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Stocks up as investors eye trade talks, Brexit

Stocks up as investors eye trade talks, Brexit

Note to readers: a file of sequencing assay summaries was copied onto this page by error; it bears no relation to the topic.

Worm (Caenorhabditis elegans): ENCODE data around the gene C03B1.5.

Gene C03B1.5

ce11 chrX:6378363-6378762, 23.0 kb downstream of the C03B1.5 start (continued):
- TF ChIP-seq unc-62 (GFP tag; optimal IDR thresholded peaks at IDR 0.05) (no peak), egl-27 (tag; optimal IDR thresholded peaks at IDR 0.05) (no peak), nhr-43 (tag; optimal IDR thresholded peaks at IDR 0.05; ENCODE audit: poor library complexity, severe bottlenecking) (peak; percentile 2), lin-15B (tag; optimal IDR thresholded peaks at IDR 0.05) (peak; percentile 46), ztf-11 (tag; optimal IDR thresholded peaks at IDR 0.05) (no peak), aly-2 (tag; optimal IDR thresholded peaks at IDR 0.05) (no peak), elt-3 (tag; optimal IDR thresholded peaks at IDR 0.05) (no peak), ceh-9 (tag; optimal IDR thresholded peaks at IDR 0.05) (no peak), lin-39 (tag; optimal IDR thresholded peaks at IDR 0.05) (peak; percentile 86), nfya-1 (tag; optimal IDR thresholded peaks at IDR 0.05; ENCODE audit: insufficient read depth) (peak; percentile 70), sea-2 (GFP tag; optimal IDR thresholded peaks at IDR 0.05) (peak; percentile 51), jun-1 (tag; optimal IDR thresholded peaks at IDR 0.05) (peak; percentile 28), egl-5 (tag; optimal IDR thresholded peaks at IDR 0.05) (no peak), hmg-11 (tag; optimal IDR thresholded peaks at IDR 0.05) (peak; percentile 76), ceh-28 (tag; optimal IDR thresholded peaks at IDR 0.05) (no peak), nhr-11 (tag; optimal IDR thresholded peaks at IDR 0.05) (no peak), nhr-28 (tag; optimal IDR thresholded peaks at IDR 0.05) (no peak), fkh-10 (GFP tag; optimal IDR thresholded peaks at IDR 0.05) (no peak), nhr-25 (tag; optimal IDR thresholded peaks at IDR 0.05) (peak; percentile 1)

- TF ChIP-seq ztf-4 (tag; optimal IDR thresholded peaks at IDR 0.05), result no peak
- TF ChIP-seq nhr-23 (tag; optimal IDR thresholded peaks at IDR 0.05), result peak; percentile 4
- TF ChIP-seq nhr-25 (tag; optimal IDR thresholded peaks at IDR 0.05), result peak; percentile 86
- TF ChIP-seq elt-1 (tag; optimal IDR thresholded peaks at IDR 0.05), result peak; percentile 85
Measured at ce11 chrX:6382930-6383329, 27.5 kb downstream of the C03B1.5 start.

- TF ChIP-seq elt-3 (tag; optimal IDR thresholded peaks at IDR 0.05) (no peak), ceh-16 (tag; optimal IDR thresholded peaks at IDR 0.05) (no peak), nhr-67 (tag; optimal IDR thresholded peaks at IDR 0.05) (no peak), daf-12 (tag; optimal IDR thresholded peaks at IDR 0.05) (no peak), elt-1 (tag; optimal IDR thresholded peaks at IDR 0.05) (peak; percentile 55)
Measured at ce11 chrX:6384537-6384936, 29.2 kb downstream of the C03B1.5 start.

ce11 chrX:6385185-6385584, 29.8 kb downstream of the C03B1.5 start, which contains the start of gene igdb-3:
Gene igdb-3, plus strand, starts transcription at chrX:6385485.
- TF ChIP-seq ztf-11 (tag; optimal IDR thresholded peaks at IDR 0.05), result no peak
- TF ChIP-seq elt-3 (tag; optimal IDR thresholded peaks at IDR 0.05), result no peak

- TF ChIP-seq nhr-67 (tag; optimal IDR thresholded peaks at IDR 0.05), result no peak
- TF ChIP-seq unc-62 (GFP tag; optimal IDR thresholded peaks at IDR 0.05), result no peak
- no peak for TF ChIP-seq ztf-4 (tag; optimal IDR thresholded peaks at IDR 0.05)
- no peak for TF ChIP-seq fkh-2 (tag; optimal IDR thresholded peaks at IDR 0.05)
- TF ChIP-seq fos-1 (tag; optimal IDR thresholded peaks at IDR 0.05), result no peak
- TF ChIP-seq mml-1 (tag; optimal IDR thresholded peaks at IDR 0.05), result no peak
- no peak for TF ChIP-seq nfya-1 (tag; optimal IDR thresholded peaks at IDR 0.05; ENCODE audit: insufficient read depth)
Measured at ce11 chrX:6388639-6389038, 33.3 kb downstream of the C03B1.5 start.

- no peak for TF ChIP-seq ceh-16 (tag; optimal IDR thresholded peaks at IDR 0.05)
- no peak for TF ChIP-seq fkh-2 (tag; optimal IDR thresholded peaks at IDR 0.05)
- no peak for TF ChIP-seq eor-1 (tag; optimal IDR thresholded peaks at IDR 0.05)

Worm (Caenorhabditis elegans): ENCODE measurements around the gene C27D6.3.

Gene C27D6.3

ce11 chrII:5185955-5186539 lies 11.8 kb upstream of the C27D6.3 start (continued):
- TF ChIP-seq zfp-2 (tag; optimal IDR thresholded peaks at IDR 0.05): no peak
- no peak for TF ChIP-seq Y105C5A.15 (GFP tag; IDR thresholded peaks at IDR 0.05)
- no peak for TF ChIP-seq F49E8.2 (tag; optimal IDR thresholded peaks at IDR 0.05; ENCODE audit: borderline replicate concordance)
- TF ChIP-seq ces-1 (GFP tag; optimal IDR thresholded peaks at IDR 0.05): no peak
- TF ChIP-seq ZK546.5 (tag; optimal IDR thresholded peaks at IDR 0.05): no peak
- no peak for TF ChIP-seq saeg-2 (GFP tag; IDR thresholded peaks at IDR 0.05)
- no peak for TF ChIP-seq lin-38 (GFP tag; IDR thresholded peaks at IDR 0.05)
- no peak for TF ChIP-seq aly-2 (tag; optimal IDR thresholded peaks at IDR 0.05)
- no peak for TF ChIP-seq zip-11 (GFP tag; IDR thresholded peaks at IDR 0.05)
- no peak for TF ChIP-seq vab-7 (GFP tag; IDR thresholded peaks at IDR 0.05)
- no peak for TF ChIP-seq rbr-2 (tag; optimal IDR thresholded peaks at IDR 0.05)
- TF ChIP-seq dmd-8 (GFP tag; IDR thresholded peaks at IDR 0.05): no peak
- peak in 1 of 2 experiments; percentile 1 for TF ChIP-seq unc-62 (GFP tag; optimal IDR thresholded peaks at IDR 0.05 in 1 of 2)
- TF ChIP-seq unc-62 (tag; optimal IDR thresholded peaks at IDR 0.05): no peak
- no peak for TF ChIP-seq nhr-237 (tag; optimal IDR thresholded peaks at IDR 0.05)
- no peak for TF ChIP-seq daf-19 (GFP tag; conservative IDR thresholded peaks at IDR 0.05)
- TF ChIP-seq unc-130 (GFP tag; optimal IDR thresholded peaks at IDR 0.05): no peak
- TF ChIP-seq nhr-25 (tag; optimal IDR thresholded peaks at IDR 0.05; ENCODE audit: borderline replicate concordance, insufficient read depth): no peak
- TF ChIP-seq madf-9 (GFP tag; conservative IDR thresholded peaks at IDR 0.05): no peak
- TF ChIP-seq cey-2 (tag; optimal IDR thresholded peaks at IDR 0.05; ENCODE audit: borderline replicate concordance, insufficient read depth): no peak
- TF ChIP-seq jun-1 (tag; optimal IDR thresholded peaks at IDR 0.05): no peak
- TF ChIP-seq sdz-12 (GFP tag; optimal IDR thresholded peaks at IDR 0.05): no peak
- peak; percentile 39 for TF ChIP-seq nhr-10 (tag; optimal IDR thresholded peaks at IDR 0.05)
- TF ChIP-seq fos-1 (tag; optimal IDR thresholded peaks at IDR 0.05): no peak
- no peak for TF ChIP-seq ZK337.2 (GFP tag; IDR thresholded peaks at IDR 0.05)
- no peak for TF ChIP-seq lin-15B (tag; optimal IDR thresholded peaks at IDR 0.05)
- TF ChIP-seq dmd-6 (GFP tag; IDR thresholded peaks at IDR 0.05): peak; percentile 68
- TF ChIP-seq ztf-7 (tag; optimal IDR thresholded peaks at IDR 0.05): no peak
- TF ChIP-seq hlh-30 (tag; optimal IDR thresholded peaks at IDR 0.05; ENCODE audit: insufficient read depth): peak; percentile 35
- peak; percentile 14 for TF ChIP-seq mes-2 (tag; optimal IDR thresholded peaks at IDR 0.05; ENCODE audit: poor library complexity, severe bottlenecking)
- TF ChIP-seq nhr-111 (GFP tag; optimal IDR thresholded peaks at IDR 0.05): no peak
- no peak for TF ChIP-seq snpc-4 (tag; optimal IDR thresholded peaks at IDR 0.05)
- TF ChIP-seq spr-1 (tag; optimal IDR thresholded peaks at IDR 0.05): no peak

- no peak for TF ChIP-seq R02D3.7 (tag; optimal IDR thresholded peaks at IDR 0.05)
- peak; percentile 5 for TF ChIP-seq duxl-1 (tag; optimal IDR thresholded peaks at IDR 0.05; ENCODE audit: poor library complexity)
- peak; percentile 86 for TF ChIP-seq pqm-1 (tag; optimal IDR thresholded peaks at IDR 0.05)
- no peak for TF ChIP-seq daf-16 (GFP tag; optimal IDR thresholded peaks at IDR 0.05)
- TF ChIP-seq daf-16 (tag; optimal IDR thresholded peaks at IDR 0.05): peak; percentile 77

Business Desk World stock markets rose on Monday, as investors eyed the resumption of trade talks between the United States and China and watched for signs of progress on Brexit. European markets took their cue from a 1 percent bounce in Chinese shares, which resumed trading after a week-long Lunar New Year holiday. The pan-European STOXX 600 index rebounded from one- week lows, helped by some deal-making and gains in mining and banking shares. Worries about a slowdown in global growth, an ongoing U.S.-China trade dispute and U.S. politics have been foremost in investors’ minds. Safe-haven bonds and the dollar have gained amid the prolonged uncertainty. Stocks have had a good year so far notwithstanding, with MSCI’S All-Country World Index up nearly 10 percent since the start of the year. The index was nearly 0.2 percent higher on Monday. The dollar reached its highest in six weeks against a basket of currencies, rising for an eighth consecutive day as investors piled into the world’s most liquid currency. The chief focus for investors for the week seemed to be the resumption of trade talks between the U.S. and China, along with Brexit. “There will be important events this week connected to two of the key global uncertainties: high-level trade talks between the U.S. and China in Beijing and UK-EU talks in Brussels. But neither looks set to produce a breakthrough, prolonging the uncertainty,” Societe Generale told clients in a note. China struck an upbeat note as talks resumed, but it also expressed anger at a U.S. Navy mission through the disputed South China Sea, casting a shadow over the prospect for improved Beijing-Washington ties. The two sides are trying to come up with a deal before a March 1 deadline, when U.S. tariffs on $200 billion worth of Chinese imports are scheduled to increase to 25 percent from 10 percent. In fixed income, fears of economic slowdown in Europe and plunging inflation expectations dominated morning trade on Monday. Germany’s 10-year government bond yield remained close to 0.10 percent. Last week, the European Commission downgraded euro zone growth forecasts for this year. Adding to worries, a collapse in talks between U.S. Democrat and Republican lawmakers over the weekend raised fears of another government shutdown. “Trade talks and shut-down (worries) are really weighing on markets,” said Sebastian Fellechner, rates strategist at DZ Bank. “We don’t see any major movements because of the general and global uncertainty.” The yield on Germany’s 10-year Bund, considered the risk-free benchmark for the region, fell as low as 0.77 percent on Friday, its lowest since October 2016, reflecting concern in bond markets about economic conditions. The rising threat to growth means equity markets will partly depend on earnings from major U.S. companies for clues about the health of consumer shares. These include Coca-Cola Co, PepsiCo Inc, Walmart Inc, Home Depot Inc, Macy’s Inc and Gap Inc . Analysts now expect first-quarter earnings for S&P 500 companies to decline 0.1 percent from a year earlier. That would be the first such quarterly profit decline since 2016, according to IBES data from Refinitiv. In Asia, China’s blue-chip index surged 1.6 percent. Shanghai’s SSE Composite climbed 1.2 percent. Australian stocks recouped some losses to end 0.2 percent lower. South Korea’s KOSPI index was up 0.2 percent. Indonesian and Indian benchmarks were in the red. That left MSCI’s broadest index of Asia-Pacific shares outside Japan slightly higher after it fell from a four-month high on Friday. Trading volumes were generally light, with Japan on public holiday. Elsewhere, the euro was barely changed at $1.1322 after five straight days of losses took it to more than two-week lows. Sterling fell to $1.2895 after UK GDP data for the fourth quarter was released. Britain’s economy slowed as expected in the final three months of last year, pushing growth in 2018 to its weakest in six years as Brexit worries hammered investment. British Prime Minister Theresa May has rejected the idea of a customs union with the European Union, ending hopes she would shift her Brexit policy to win over the opposition Labour Party. May will promise lawmakers a second opportunity to influence the Brexit talks later in the month in a bid to stave off any rebellion from within her own party by those who fear Britain could end up leaving without a deal. The Australian dollar inched up from Friday’s one- month lows, although sentiment was still cautious after the country’s central bank opened the door to a possible rate cut. Oil prices slipped on concern about slowing global demand and a pick-up in U.S. drilling activity. US crude was 0.6 percent lower at $52.42 per barrel. Brent was flat $62.12. Another report adds; Romanian bank stocks resumed a fall on Monday as central bank (NBR) governor Mugur Isarescu clashed with the government over the draft 2019 budget which includes a new tax on banks. The plan, which also increased taxes on energy firms to compensate for rising state spending, was first announced two months ago and caused a plunge in Romanian asset prices. Bucharest’s main stock index regained some ground last week amid hopes that talks between the government and the NBR could make the bank tax less painful. But the government approved the draft budget on Friday, geared towards an increase in wages and pensions, projecting 5.5 percent economic growth. Analysts see about 3 percent. The shares of lenders Banca Transilvania and BRD Groupe Societe Generale fell 6-7 percent in early trade to one-week lows ahead of a news conference by Isarescu. The governor presented the bank’s new inflation report, but also addressed the tax issue, as expected. The tax on bank assets has complicated monetary policy as it is linked with interbank interest rates, while the resulting worries over the business climate knocked the leu to record lows versus the euro last month. While Isarescu said the leu’s reaction was disproportionate, he warned that consumption boosted by a strong rise in wages was not in line with output, and that Romania had a growing current account deficit problem. He said the government should not tie the tax to the ROBOR money market rates. Data released earlier on Monday showed a 12.5 percent annual increase in the net average wage in December, and a 17 percent rise in the trade deficit in 2018 to 15.1 billion euros. Bucharest’s blue-chip stock index was down at 1.8 percent at 1016 GMT, with Banca Transilvania and BRD shares shedding over 4 percent. Central Europe’s other main indices tracked Asian and Western European peers higher, led by a 0.8-percent rise in Warsaw. With the dollar approaching 2-month highs versus the euro, the forint and the zloty—often sold when the greenback is bought—both weakened, shedding 0.2 and 0.1 percent versus the euro, respectively. The leu, meanwhile, firmed a shade to 4.7444. Isarescu said the bank revised its 2019 inflation forecast to 3 percent from 2.9 percent. Inflation retreated in the region in the past months and January figures due this week are not expected to show a big change. Romania’s government bond yields were mostly lower on Monday ahead of the auction of a seven-year paper. The 5-year yield was bid lower by 6 basis points at 4.33 percent. Meanwhile, cheap bank loans, a form of stimulus first launched by the ECB during the global financial crisis, look set to make a comeback in coming months and investors anticipate shorter term loans with a variable rate to allow the central bank flexibility. It’s just two months since the European Central Bank wrapped up its 2.6 trillion euro ($2.9 trillion) bond-buying scheme, but with euro zone growth at four-year lows and other global central banks already backtracking on policy tightening, bond market expectations of ECB action are on the rise. That’s expected to take the shape of a loan package for banks — known as Long Term Refinancing Operations (LTROs) or the more targeted TLTROs. Details could come in March or June at ECB meetings that would coincide with updates of the central bank’s economic forecasts. LTROs or TLTROs — which ECB sources say are a priority over other measures — should lower funding costs for businesses and households and offset the effect of negative interest rates on banks, investors argue. They should also boost prices — the last TLTRO round from 2016 lifted inflation by 0.3 percent over two years, Pictet Wealth Management estimates. However, the new package is unlikely to be as favorable as in the past because the economy is in better shape compared with the 2011-12 debt crisis or even 2016 when the ECB deployed a combination of TLTROs, rate cuts and increased asset buys to fight deflation. So what will the program look like? The 2016 TLTROs allowed banks to lock in lending rates as low as the ECB’s new lower deposit rate of minus 0.40 percent. The loans had a four-year maturity. This time investors expect the ECB to opt for a shorter term, say two years. “I don’t think they (the ECB) need to go as big as they did in 2016 - when there was a real deflation risk,” said Francois Savary, CIO at Prime Partners, who also anticipates fixed rate loans. “But clearly there is room to do something because the financial system in Europe has not yet fully recovered.” One idea floated is to make TLTROs a permanent facility with a floating interest rate that tracks the ECB’s Main Refinancing Operation, one source told Reuters in December. A variable rate would give the ECB leeway to raise rates moving forward, strategists said.